Thursday, September 28, 1961: Webster's Third

"Webster's Third New International Dictionary of the English Language, Unabridged" or just "Webster's Third," is published by the G. & C. Merriam Company. The edition receives considerable publicity, not all of it positive:

-- The word "ain't" is included (see picture). "A dictionary's embrace of the word 'ain't' will comfort the ignorant, confer approval upon the mediocre, and subtly imply that proper English is the tool only of the snob; but it will not assist men to speak true to other men. It may, however, prepare us for that future which it could help to hasten. In the caves, no doubt, a grunt will do." (Toronto Globe and Mail)

-- "The label 'colloquial,' formerly applied to any word usage outside strict academic usage, has been dropped." (Associated Press)

-- "The new volume also clears up another tricky grammatical problem by asserting that there are some prepositions you can end a sentence with." (United Press International)

-- "The most startling innovation is the sprightly use of quotations from famous people to illustrate shades of meaning. To show how the word 'drain' can mean 'exhaust,' the dictionary borrows Ethel Merman's dictum: 'Two shows a day drain a girl.' 'Puff' in the sense of 'overrate' is defined by Willie Mays: 'Hit too many homers and people start puffing you up.' (Life magazine, September 15)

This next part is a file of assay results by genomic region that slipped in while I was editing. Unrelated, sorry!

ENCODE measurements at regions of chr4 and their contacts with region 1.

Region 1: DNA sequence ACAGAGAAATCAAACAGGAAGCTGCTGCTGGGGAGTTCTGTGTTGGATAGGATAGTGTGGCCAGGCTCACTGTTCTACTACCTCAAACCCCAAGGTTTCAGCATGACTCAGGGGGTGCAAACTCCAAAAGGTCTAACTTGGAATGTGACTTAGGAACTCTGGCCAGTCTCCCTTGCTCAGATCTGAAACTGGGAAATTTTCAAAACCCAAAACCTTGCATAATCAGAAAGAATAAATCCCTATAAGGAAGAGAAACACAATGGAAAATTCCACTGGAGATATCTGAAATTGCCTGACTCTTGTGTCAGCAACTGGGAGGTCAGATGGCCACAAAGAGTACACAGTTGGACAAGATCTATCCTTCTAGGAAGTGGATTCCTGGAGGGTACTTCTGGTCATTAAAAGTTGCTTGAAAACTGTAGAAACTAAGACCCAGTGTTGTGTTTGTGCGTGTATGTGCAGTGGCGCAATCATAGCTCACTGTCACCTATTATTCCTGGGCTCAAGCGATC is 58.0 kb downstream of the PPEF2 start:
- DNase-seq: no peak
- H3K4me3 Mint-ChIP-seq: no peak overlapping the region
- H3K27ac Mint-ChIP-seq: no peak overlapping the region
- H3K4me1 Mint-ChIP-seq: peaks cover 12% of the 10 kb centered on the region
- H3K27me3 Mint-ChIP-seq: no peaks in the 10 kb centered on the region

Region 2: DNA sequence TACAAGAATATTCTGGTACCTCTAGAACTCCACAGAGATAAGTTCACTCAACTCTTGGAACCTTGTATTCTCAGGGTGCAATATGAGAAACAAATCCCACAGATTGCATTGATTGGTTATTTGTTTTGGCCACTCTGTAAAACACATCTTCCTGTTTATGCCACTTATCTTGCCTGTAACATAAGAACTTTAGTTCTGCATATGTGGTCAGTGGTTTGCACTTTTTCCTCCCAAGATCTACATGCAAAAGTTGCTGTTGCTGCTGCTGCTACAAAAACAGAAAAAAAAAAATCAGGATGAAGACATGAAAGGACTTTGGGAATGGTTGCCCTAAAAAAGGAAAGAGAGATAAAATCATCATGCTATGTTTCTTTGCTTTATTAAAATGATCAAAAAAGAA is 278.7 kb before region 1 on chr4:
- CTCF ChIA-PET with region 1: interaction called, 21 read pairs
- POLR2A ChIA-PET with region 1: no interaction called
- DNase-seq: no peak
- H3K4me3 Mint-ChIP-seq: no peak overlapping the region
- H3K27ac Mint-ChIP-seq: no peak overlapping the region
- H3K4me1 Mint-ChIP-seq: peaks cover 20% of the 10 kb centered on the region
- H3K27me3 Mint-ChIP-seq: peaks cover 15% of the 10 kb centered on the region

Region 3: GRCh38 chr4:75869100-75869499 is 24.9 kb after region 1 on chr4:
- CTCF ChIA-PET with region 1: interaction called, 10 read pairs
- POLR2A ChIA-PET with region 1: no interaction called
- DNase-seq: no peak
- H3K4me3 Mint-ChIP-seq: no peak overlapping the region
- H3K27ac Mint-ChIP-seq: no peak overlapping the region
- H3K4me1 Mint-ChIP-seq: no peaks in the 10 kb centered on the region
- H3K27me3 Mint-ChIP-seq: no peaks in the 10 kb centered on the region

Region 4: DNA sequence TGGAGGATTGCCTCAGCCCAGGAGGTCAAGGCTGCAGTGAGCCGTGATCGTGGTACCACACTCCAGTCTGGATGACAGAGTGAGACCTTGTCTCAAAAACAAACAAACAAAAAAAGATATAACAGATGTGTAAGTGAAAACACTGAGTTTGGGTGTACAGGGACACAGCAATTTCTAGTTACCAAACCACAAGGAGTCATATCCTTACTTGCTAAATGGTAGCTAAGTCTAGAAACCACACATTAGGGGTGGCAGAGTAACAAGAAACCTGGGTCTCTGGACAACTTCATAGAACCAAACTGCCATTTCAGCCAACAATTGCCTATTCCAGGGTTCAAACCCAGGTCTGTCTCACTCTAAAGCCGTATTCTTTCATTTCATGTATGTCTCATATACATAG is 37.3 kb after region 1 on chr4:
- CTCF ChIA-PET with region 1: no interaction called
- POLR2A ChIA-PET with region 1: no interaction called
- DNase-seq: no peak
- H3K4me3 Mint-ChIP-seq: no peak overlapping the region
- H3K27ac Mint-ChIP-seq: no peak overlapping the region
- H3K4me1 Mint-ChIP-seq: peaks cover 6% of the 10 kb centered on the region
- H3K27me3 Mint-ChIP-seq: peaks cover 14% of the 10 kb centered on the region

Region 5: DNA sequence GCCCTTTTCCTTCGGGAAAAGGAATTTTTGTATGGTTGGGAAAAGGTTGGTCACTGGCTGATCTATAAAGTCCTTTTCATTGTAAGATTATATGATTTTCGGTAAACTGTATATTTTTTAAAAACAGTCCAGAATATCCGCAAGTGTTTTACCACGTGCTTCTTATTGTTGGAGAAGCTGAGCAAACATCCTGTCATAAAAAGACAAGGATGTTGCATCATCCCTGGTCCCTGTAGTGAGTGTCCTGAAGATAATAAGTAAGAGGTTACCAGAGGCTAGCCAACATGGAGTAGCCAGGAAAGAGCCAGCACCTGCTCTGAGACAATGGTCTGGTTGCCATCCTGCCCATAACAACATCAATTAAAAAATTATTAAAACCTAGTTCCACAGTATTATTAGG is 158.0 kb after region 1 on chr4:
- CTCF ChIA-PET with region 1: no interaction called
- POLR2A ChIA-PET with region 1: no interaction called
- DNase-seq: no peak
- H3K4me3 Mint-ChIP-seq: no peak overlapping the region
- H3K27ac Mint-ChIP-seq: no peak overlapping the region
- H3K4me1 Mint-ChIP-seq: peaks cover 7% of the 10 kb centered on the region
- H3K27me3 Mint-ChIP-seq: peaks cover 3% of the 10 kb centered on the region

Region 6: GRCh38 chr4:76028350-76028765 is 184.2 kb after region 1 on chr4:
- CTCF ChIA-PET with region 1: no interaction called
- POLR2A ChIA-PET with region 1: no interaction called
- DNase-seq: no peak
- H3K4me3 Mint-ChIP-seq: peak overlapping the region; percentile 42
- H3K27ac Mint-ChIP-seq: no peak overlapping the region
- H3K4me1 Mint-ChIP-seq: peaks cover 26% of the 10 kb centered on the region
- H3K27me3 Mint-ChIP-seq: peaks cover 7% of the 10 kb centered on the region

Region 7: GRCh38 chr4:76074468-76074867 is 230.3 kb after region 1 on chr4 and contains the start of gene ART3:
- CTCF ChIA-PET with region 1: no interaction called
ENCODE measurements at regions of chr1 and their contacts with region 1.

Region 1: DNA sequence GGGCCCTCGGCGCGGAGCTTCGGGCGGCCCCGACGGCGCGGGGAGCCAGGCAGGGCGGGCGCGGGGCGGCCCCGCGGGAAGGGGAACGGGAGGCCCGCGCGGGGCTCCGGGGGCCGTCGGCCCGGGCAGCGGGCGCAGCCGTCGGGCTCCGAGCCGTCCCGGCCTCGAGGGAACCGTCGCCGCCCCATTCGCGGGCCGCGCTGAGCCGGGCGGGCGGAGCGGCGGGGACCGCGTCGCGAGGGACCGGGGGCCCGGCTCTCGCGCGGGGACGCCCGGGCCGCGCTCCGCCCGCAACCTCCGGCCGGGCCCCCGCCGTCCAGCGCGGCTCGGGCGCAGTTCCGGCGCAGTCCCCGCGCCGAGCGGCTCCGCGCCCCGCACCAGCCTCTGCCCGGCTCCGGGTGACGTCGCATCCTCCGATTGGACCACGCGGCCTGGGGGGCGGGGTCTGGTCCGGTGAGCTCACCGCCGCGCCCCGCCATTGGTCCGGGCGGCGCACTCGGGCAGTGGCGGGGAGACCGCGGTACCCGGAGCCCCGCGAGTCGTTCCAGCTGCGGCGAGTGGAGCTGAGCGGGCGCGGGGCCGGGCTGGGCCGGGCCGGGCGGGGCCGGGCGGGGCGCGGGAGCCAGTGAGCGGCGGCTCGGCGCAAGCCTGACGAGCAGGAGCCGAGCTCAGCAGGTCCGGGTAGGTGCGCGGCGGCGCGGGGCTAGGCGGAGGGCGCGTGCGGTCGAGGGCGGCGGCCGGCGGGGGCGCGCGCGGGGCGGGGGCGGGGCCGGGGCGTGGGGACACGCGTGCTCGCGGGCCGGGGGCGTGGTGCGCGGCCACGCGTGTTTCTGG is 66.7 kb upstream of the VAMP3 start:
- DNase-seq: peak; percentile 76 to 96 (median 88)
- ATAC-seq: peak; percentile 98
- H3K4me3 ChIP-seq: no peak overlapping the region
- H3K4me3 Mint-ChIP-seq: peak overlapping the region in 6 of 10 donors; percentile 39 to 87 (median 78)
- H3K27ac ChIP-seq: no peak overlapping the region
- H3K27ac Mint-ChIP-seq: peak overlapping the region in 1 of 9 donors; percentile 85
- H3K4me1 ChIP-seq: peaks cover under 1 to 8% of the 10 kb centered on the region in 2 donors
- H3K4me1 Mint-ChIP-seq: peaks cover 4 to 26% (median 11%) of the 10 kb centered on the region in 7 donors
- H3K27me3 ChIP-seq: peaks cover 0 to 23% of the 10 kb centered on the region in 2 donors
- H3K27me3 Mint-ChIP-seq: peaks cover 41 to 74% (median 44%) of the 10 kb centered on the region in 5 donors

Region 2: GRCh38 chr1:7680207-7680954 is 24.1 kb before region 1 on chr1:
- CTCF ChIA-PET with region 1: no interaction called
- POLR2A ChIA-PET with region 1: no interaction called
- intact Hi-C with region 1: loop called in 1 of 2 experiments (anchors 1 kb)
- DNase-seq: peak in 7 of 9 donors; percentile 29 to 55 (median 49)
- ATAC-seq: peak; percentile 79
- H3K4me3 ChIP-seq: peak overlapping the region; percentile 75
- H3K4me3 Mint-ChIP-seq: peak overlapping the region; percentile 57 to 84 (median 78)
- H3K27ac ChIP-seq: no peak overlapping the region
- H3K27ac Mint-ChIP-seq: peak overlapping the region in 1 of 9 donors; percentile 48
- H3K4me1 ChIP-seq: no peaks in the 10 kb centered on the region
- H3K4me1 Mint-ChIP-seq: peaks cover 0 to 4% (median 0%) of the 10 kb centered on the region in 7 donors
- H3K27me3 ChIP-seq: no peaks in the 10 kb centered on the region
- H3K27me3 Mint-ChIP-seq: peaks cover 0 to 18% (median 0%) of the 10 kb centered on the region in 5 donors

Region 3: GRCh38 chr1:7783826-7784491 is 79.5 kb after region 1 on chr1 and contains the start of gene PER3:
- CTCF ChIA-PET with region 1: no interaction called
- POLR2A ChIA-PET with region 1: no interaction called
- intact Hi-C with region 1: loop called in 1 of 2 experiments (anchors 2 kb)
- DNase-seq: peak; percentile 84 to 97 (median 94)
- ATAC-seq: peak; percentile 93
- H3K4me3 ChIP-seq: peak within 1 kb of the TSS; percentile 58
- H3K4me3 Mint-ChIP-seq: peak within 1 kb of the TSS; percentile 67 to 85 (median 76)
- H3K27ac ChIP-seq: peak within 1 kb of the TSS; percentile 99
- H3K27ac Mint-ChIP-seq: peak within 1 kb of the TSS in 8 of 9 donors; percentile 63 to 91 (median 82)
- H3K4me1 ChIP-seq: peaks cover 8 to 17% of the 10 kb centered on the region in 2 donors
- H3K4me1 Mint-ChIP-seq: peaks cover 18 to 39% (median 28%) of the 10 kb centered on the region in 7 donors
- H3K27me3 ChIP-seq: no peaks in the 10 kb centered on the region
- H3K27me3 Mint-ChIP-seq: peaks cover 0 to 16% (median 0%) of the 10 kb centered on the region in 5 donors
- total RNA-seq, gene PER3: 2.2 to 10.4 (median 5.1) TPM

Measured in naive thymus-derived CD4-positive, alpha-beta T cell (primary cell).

-- "Its rule of thumb seems to be: anything people say goes into the book. Thus, that most monstrous of all non-words -- irregardless -- is included." (Life magazine, October 27)

-- "We suggest to the Webster's editors that they not throw out the printing plates of the Second Edition. There is likely to be a continuing demand for it ... " (New York Times, October 12)

* Preface of dictionary: @
* Entry from "Merriam-Webster's Dictionary of English Usage": @
* "Ain't That the Truth / Webster's Third: The Most Controversial Dictionary in the English Language" (Humanities magazine, 2009): @
* "The Story of Webster's Third: Philip Gove's Controversial Dictionary and Its Critics" (book by Herbert C. Morton): @
* Excerpt from "Dictionaries and the Authoritarian Tradition" (book by Walter de Gruyter): @
* Excerpt from "The Lexicographer's Dilemma: The Evolution of 'Proper' English, from Shakespeare to 'South Park' " (book by Jack W. Lynch and John T. Lynch): @
* "Merriam-Webster and Webster's Third": @
* "A Non-Word Deluge" (Life magazine, October 1961): @
* "Logomarchy-Debased Verbal Currency" (editorial in American Bar Association Journal, January 1962): @
* "When a Dictionary Could Outrage" (New York Times, 2011): @
* Dictionary Society of North America: @

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